The Bible warns us about a hard heart and a seared conscience. “The Spirit clearly says that in later times some will abandon the faith and follow deceiving spirits and things taught by demons. Such teachings come through hypocritical liars, whose consciences have been seared as with a hot iron” (1 Tim. 4:1-2). From a seared conscience come false doctrines, legalism, perfectionism, and immorality. A defiled conscience operates by its own self-centered standards and convictions. It does not look at things as good or bad but on how it affects me. Nearly every kind of sin can be rationalized away until the ego controls everything. The ego will do anything to serve its self-interest. Paul in Romans 1 explains that God turns a seared conscience “over to a reprobate mind…. They have become filled with every kind of wickedness, evil, greed and depravity,” and he names their sins (verses 28-32).
By ignoring and disobeying God their hearts became hardened, their conscience seared. Listen to what the Holy Spirit says in Hebrews 3:7-11, “Today when you hear his voice, don’t harden your hearts as Israel did when they rebelled, when they tested me in the wilderness…. I was angry with them, and I said, ‘Their hearts always turn away from me. They refuse to do what I tell them.’ So in my anger I took an oath: ‘They will never enter my place of rest’” (nlt).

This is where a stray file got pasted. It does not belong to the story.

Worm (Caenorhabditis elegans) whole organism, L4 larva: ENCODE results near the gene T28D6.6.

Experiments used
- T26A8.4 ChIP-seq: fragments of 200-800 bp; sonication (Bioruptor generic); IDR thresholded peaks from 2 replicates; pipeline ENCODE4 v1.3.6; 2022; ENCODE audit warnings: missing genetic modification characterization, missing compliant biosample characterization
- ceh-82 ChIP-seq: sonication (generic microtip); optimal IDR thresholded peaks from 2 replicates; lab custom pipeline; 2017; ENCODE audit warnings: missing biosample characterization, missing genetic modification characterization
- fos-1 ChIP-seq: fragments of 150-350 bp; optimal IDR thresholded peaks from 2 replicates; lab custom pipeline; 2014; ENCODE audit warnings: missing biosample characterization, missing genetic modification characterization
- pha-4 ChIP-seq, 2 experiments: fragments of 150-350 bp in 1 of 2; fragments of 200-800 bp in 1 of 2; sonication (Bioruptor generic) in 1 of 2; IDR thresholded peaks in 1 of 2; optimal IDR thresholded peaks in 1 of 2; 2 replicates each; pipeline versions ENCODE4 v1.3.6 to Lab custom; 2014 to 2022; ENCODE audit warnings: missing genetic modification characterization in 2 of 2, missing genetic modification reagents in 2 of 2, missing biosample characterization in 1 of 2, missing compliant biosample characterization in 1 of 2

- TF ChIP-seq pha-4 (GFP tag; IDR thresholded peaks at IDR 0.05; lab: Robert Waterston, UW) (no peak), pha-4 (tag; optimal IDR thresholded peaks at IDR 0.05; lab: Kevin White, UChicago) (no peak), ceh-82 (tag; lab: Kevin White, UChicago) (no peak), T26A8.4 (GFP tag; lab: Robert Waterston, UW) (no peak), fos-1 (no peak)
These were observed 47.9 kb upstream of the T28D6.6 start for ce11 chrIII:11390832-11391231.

The “mind of Christ” starts with a clean conscience. But, how do you get a clean conscience and a pure heart? When our conscience speaks, it will always speak for what it knows to be right. It remains silent about wrongdoing that it may not be educated about. Therefore, we are to educate our conscience with the Word of God for it to have sufficient substance from which to draw. When our conscience speaks, we can trust it to guide us to do right. It will never speak and lead us to engage in a known wrong. If it is seared or uneducated about a matter, it will remain silent and not voice a direction. Its silence should not be mistaken for approval. It may be seared or simply not know what the Word would instruct about a particular event or choice.